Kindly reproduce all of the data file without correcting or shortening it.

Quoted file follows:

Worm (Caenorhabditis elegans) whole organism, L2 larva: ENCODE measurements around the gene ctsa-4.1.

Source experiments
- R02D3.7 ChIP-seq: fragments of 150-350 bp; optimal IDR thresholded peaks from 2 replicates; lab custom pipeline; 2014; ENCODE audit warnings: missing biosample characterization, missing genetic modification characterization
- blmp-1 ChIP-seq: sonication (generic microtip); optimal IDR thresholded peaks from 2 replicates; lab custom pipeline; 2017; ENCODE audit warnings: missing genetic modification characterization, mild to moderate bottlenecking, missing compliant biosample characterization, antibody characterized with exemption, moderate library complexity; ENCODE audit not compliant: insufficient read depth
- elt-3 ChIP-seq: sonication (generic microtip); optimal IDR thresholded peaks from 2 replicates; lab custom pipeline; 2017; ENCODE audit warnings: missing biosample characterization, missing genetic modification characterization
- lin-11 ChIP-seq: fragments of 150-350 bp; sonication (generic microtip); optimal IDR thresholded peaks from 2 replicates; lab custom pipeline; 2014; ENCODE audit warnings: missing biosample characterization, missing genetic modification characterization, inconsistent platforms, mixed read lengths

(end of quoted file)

Worm (Caenorhabditis elegans) whole organism, L2 larva: ENCODE measurements around the gene ctsa-4.1.

Source experiments
- R02D3.7 ChIP-seq: fragments of 150-350 bp; optimal IDR thresholded peaks from 2 replicates; lab custom pipeline; 2014; ENCODE audit warnings: missing biosample characterization, missing genetic modification characterization
- blmp-1 ChIP-seq: sonication (generic microtip); optimal IDR thresholded peaks from 2 replicates; lab custom pipeline; 2017; ENCODE audit warnings: missing genetic modification characterization, mild to moderate bottlenecking, missing compliant biosample characterization, antibody characterized with exemption, moderate library complexity; ENCODE audit not compliant: insufficient read depth
- elt-3 ChIP-seq: sonication (generic microtip); optimal IDR thresholded peaks from 2 replicates; lab custom pipeline; 2017; ENCODE audit warnings: missing biosample characterization, missing genetic modification characterization
- lin-11 ChIP-seq: fragments of 150-350 bp; sonication (generic microtip); optimal IDR thresholded peaks from 2 replicates; lab custom pipeline; 2014; ENCODE audit warnings: missing biosample characterization, missing genetic modification characterization, inconsistent platforms, mixed read lengths